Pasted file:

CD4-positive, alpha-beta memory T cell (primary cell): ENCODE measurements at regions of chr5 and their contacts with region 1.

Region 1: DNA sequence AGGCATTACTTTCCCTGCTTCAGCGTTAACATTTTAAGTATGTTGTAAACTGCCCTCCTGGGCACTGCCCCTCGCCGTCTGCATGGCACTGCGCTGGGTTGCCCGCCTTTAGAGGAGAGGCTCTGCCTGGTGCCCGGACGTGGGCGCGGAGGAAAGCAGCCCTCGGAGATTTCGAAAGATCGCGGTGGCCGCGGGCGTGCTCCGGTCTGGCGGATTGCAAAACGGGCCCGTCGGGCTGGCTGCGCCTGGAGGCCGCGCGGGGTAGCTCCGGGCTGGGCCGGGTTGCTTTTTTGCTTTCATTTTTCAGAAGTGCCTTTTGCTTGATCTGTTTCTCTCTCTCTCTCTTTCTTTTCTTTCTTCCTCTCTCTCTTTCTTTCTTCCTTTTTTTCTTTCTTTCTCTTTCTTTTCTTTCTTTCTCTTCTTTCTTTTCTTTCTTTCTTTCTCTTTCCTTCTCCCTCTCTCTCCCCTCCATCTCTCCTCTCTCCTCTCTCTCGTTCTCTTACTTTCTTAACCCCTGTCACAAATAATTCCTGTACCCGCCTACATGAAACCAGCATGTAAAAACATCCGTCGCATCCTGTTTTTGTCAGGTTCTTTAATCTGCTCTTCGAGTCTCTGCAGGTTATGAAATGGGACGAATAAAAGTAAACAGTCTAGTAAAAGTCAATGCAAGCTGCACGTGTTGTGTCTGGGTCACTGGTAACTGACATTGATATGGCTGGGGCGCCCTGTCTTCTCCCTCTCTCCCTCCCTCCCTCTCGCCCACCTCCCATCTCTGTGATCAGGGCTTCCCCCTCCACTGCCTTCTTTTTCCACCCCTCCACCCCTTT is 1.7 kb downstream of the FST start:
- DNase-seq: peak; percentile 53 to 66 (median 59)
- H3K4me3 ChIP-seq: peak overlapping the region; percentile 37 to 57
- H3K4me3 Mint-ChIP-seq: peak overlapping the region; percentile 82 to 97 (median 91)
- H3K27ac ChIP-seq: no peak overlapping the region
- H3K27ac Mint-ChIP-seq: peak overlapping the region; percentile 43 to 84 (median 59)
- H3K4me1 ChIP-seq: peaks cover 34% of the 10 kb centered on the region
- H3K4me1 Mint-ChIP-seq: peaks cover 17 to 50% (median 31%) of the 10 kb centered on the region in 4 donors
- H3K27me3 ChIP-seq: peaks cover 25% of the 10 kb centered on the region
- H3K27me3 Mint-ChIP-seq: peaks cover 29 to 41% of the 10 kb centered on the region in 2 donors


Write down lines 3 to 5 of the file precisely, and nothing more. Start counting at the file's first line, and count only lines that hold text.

- DNase-seq: peak; percentile 53 to 66 (median 59)
- H3K4me3 ChIP-seq: peak overlapping the region; percentile 37 to 57
- H3K4me3 Mint-ChIP-seq: peak overlapping the region; percentile 82 to 97 (median 91)